(November 30, 2000, Gazette)
Remembrances of Memorial past...
November 1970 City businessman James R. Ewing donates to Memorial University his valuable personal collection of ivory carvings and other arctic artifacts, in addition to originals of his paintings of Newfoundland birds. These 48 paintings were done by Mr. Ewing 35 years ago, and reproduced in Volume II of the first edition (1937) of the Book of Newfoundland.
Memorial also receives a generous gift of works of art from the
collection of the late Douglas M. Duncan of Toronto. Twenty-seven
works in oil, water colour, ink and other media were given to
the university by Mr. Duncans sister, Mrs. J.P. Barwick
of Ottawa. During his life, Mr. Duncan, a bookbinder and patron
of the arts, assembled one of the largest private collections
of Canadian art in this country. The most valuable works in the
collection have been donated by Mrs. Barwick to 12 Canadian universities,
November 1975 This months convocation sees honorary degrees awarded to George Hobbs, former chair and CEO of the Newfoundland and Labrador Power commission; Norman Peters, a prospector who discovered the large asbestos deposit near Baie Verte now owned by Advocate Mines Ltd.; Luc Lacourciére, an international scholar in the field of folklore; William George Rowe, who helped develop the universitys Faculty of Education; and Dr. Hugh Wynne-Edwards, one of Canadas most distinguished geologists. About 560 degrees were awarded during convocation.
November 1980 The School of Business Administration and Commerce is offering yet another service to Newfoundlands business community. This month marks the official opening of the Centre for Management Development, which will further effective management by such means as offering short courses, seminars and conferences aimed at middle and senior managers.
In other news, the Physical Education Department will participate in a national fitness survey being funded by the federal government. About $120,0000 of the 1.6 million project will be spent in Newfoundland and the survey will be carried out in five different locations in the province. About 2,000 Newfoundlanders will be measured for blood pressure, muscular strength, body fat, and flexibility.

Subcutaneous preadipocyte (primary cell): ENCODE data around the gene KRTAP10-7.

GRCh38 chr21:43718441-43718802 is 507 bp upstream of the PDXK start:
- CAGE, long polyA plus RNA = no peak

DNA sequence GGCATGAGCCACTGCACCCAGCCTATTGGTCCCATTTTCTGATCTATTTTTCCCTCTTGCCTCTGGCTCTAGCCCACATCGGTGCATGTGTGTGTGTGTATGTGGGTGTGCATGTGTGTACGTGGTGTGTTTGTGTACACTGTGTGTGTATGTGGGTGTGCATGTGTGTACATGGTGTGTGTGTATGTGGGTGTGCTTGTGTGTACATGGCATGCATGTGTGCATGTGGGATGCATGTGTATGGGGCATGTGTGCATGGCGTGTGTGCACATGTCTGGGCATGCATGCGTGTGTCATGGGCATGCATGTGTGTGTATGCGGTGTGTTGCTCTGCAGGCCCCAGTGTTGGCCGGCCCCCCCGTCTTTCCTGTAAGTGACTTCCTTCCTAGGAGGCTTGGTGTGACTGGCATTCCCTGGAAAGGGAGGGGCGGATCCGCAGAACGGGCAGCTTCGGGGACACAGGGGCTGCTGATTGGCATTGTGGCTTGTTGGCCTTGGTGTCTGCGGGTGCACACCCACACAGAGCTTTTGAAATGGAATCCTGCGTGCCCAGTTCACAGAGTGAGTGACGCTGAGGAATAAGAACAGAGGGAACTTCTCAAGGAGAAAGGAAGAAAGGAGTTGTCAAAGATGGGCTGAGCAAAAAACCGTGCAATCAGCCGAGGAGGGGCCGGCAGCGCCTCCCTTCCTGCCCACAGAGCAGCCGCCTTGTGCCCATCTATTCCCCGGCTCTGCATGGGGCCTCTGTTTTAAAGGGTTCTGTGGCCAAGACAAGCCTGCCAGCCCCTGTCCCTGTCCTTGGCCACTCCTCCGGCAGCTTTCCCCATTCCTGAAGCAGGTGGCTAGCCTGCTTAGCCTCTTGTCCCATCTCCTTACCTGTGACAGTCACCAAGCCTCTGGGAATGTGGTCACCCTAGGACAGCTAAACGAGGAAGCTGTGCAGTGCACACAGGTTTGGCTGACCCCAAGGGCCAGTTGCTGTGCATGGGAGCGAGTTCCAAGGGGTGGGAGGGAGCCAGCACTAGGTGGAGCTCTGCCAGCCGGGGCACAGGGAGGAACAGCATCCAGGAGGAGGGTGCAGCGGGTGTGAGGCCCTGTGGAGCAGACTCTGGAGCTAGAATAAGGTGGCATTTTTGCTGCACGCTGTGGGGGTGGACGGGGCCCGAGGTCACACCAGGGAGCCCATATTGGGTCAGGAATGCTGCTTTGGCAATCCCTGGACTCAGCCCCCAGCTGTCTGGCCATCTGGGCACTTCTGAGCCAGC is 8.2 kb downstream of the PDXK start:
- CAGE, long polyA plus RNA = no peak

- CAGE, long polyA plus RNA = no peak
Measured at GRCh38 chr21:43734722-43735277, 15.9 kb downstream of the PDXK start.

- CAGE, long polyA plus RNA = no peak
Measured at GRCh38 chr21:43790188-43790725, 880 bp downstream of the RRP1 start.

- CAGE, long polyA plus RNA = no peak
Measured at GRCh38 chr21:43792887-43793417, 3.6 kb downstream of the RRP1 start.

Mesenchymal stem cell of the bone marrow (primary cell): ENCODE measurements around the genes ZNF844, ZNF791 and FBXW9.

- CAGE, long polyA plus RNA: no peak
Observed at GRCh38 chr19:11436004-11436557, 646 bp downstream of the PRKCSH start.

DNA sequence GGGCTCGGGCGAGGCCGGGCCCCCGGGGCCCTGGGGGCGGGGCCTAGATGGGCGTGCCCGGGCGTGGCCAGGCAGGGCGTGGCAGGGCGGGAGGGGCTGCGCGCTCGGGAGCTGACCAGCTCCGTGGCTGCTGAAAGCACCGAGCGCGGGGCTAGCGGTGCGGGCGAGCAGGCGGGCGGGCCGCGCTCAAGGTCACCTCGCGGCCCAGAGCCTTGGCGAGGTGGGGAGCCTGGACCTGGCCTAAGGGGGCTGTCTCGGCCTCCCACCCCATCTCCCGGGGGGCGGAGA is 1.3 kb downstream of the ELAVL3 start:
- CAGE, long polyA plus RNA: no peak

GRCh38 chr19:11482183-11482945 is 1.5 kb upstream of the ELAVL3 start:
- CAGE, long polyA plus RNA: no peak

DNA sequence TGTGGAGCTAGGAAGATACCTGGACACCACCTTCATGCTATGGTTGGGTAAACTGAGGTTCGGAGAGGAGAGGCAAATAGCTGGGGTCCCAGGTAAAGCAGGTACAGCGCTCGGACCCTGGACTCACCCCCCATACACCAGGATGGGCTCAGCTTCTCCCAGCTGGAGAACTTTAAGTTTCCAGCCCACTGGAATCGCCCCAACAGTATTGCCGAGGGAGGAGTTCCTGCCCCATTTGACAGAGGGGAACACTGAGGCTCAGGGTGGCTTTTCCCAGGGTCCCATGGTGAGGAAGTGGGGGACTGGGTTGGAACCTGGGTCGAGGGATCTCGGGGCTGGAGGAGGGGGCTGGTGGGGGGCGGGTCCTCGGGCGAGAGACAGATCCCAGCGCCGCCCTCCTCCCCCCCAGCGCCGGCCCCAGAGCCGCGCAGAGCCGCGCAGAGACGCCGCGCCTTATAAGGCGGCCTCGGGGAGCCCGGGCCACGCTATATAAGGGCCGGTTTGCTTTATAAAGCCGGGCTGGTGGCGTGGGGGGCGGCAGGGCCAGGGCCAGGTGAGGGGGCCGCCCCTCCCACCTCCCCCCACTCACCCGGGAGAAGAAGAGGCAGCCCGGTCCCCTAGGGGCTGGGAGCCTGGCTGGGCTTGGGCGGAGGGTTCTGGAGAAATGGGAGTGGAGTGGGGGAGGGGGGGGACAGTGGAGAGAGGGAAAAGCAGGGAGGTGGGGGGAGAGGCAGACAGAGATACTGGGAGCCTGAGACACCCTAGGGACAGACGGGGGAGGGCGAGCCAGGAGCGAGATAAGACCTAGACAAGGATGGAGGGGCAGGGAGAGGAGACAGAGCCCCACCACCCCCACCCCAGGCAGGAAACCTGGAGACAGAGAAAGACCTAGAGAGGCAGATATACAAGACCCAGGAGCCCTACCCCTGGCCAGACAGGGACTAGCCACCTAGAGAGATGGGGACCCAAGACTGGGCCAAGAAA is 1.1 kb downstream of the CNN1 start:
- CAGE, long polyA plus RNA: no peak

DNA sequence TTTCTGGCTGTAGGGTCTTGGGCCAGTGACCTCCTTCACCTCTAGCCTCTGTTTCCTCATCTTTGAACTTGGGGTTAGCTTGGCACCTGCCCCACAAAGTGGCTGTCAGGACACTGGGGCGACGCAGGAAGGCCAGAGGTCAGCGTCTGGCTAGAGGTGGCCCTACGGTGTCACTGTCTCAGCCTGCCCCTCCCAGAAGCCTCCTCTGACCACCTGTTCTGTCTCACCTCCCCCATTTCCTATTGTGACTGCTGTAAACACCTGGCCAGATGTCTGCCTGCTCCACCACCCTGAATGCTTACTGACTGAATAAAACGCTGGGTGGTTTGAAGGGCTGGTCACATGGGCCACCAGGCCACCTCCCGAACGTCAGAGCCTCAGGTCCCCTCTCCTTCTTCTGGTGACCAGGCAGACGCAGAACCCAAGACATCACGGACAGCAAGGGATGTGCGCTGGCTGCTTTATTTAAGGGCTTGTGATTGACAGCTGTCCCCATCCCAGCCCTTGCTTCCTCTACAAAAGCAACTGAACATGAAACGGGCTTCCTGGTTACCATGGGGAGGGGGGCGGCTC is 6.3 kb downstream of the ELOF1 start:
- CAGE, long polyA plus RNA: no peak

November 1985 At the official opening of the new music building this month, President Leslie Harris announces that the Department of Music has become the School of Music. This removes the department from the Faculty of Arts and makes it an autonomous school within the university system.
In convocation news, two honorary degrees and about 600 other degrees are conferred. The honorary degree recipients are Dr. Kenneth Hare, chairman of the Canadian Climate Program Planning Board and professor emeritus of geography at the University of Toronto; and Dr. Benjamin Hyde, distinguished civil servant, community activist and patron of learning.
November 1990 In the wake of recent government announcements concerning the possibility of funding freezes for public institutions, Memorial is establishing a committee to recommend financial restraint measures the university can undertake over the next year. Newfoundland businessman Harold Wareham will head up the Presidential Advisory Committee on Financial Restraint. He will review the expenditures of every faculty, school and department and also review areas where extra revenue can be generated.
In other news, a report from the Review Committee on Affirmative Action says a concerted effort to change hiring practices at Memorial is needed to correct an imbalance between men and women on faculty. The report shows that only 23.3 per cent of faculty members are women, and only 13.3 per cent of the universitys administrative positions are filled by women. The report proposes four broad strategies to correct the imbalance.
November 1995 Members of the administration and faculty head back to negotiations this month after a four-month stalemate. The two sides sign a jointly conceived memorandum of agreement that sets out nine provisions for negotiations and almost guarantees there will be no interruption of classes during fall semester.
At Sir Wilfred
Grenfell College, the new computing and library facility is dedicated
to Ferriss Hodgett, former vice-principal and acting principal
of the college, who died last year. The new library has 50 per
cent more floor space, with increased quiet space for study and